Additionally you will not be surprised to hear that not only does the Chancellor giveth, but he also taketh away.  The cost of all this IHT largesse is that those earning more than £150,000 will see their annual pension contribution allowance stepped down in increments from £40,000 to £10,000.

The upshot though is that families now have two new and very powerful tools to shelter considerable funds for future generations: private pensions and the family home.  The caveat, of course, is that the law is so fluid that any beneficial change could easily be reversed with expensive consequences.  I suspect though that these two particular changes will be preserved going forward, even if future governments feel the need to temper pension freedoms generally going forward.

Take care out there



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Is it better to go for an index-linked pension or a steadily rising annuity

As I discussed last month, people often underestimate how much it costs to protect your pension from the ravages of inflation.  We saw, for example, that a £100,000 pension pot might typically buy you a level annuity of £5,448 a year.  This would remain constant for the rest of your life, which could easily be another 30 years.  If, however, you wanted your income to increase by 5% a year, your starting annual income would almost half to £2,815.  To put that into perspective, you would have to live until you were 90 before you broke even on your decision to opt for a 5% annual escalation.  That is six and a half years longer than the current male life expectancy.

However, a 5% annual increase is actually considerably above the current inflation rate.  Indeed over the past year the Retail Price Index has increased by just 0.9%.  Even if you go all the way back to 1981, the average only climbs to 3.85%.  In view of this, if you merely wanted your pension to increase by the rate of inflation, rather than a fixed 5%, you might expect that your starting level would be higher.  And you would be correct!  Instead of starting at £2,815 and increasing by 5% a year, you would start at £3,294 and rise in line with inflation.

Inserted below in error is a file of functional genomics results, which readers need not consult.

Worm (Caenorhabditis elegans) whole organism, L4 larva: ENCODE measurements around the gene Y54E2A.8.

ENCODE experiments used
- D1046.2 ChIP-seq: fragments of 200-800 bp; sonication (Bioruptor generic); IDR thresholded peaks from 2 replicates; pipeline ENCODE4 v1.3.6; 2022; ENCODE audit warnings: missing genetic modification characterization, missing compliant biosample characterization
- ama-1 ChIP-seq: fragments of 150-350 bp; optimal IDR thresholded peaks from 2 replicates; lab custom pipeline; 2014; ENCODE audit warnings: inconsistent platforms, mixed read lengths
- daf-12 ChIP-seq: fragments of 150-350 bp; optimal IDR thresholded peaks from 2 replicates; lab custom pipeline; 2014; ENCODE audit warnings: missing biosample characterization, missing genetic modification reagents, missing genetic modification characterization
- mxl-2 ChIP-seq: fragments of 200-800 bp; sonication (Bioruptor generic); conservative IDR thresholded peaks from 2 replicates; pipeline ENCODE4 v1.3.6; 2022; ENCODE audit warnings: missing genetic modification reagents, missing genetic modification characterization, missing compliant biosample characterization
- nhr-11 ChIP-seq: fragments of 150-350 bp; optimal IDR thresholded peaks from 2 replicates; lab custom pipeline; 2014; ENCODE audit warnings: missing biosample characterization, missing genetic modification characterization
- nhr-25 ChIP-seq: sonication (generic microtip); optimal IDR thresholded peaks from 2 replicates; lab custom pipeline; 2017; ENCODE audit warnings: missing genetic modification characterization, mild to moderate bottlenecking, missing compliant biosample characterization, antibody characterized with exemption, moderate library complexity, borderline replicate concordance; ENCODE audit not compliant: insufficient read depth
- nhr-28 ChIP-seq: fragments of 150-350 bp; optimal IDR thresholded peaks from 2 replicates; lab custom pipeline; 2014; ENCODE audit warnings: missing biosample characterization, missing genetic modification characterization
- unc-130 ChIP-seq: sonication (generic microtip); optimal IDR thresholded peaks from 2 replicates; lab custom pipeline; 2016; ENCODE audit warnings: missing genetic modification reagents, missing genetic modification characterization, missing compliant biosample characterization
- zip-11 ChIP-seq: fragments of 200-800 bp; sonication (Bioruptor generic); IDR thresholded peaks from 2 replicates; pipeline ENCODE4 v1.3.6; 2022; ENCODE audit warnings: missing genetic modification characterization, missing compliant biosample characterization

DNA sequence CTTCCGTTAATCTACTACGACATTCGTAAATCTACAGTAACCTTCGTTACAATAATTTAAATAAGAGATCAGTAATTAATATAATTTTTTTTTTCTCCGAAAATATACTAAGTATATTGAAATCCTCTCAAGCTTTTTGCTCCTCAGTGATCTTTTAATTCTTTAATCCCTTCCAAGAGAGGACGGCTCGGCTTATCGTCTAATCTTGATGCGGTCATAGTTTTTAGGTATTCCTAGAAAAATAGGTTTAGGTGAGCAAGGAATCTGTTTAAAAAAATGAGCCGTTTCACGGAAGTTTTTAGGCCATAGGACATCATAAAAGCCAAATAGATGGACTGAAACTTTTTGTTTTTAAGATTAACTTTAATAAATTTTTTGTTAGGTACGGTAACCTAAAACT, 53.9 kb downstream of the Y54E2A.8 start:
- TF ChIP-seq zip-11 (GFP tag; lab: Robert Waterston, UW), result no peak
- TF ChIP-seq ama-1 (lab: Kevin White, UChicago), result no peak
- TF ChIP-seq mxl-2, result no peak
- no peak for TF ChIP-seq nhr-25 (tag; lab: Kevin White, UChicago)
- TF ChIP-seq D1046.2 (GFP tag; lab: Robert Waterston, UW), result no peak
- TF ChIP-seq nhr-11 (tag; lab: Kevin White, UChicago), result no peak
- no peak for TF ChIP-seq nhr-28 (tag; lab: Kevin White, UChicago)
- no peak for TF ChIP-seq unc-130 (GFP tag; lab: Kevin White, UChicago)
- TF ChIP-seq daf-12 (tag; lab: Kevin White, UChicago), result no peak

Of course we’ve got no idea what inflation will be over the next few months, let alone the next 30 years.  However, if you assume that inflation going forward will be the mirror image of what it has been over the past 25 years, i.e. starting low and then building to peaks to reflect the spike in prices in the early 1990s, you come up with some interesting figures.  You would, for example, have to live until 97 before you would have been paid as much by an RPI-linked annuity as by the level annual payment.  A clearer indication of just how expensive it is to protect yourself against future inflation is that you would only have to live until 78 (having retired at 65) to be better off opting for an annual 5% increase rather than a rise based on inflation.

This illustrates two things.  Firstly it is very expensive to provide an escalating pension, especially one linked to future inflation risks.  This is because you are asking the annuity provider to effectively “insure” you against unknown future price increases.

The even more significant risk that all annuities insure you against is longevity risk.  That is the risk that you live longer than you or your annuity company have budgeted for.  An annuity will, generally, keep paying out until you die, whether that is at 66 or 106.  It is true that you can pay extra to have the income guaranteed for a minimum period of 10-years.  This means that your beneficiaries don’t lose the value of the entire £100,000 if you drop dead far sooner than you might have hoped.  However, this generally doesn’t cost that much (but I will cover this in another update).  By far the greater cost to your annuity provider is if you live on to a ripe old age.

The point is that the “insurance” element shouldn’t be underestimated, both in terms of its cost, but also in terms of its value.  One way of appreciating how much you are being charged is to consider that the average male life expectancy is 83.5 years.  If you were simply to keep your £100,000 pension pot and take an income of £5,448 (equivalent to the level annuity and assuming no investment growth whatsoever), your pot would last until you were a little over 83  years and four months old.  Basically the price you are paying the insurance company for agreeing to sustain your pension until you die is equivalent to every last penny you may have earned on your £100,000 for almost 20 years.